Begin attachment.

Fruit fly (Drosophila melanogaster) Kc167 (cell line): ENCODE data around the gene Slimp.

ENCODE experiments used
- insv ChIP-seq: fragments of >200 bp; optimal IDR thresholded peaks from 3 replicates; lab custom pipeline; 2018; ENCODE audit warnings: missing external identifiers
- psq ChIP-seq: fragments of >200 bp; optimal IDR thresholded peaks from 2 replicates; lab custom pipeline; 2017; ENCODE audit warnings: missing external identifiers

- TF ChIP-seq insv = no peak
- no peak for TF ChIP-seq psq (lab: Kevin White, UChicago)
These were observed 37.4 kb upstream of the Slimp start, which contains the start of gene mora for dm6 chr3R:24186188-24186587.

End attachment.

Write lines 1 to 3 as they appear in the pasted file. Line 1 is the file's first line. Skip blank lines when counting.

Fruit fly (Drosophila melanogaster) Kc167 (cell line): ENCODE data around the gene Slimp.

ENCODE experiments used
- insv ChIP-seq: fragments of >200 bp; optimal IDR thresholded peaks from 3 replicates; lab custom pipeline; 2018; ENCODE audit warnings: missing external identifiers